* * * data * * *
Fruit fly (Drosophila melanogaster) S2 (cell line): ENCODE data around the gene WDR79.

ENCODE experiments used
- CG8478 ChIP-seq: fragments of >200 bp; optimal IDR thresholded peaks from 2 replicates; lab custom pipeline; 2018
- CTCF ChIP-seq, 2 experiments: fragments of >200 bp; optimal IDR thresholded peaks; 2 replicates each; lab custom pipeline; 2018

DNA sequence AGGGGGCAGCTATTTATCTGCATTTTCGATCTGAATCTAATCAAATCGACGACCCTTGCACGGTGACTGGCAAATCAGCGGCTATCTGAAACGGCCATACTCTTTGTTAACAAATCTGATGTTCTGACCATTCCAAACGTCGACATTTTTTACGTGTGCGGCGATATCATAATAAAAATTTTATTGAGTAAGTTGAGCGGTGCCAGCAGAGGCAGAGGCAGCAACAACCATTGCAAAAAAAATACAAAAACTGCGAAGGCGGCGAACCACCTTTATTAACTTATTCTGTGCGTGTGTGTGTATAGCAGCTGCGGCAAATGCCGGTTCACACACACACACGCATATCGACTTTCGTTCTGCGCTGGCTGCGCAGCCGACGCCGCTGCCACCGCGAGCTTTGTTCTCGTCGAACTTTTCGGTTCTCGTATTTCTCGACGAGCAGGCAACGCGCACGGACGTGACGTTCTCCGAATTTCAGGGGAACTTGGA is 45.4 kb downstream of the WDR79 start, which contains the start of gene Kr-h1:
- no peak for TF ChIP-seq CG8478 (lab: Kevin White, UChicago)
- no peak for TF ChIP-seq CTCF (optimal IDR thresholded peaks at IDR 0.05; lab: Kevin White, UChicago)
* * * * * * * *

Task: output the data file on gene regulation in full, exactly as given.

Fruit fly (Drosophila melanogaster) S2 (cell line): ENCODE data around the gene WDR79.

ENCODE experiments used
- CG8478 ChIP-seq: fragments of >200 bp; optimal IDR thresholded peaks from 2 replicates; lab custom pipeline; 2018
- CTCF ChIP-seq, 2 experiments: fragments of >200 bp; optimal IDR thresholded peaks; 2 replicates each; lab custom pipeline; 2018

DNA sequence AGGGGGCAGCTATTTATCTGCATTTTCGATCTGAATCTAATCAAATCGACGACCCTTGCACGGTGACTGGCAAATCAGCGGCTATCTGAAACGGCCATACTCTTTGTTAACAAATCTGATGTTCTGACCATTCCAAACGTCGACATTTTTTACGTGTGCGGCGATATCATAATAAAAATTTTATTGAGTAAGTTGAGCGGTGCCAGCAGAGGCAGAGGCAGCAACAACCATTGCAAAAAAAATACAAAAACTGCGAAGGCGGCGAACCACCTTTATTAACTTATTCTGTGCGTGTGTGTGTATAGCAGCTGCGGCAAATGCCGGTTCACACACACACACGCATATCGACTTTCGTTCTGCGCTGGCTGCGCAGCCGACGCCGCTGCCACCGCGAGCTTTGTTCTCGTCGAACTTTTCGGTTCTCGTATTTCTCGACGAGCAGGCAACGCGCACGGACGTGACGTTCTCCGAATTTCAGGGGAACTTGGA is 45.4 kb downstream of the WDR79 start, which contains the start of gene Kr-h1:
- no peak for TF ChIP-seq CG8478 (lab: Kevin White, UChicago)
- no peak for TF ChIP-seq CTCF (optimal IDR thresholded peaks at IDR 0.05; lab: Kevin White, UChicago)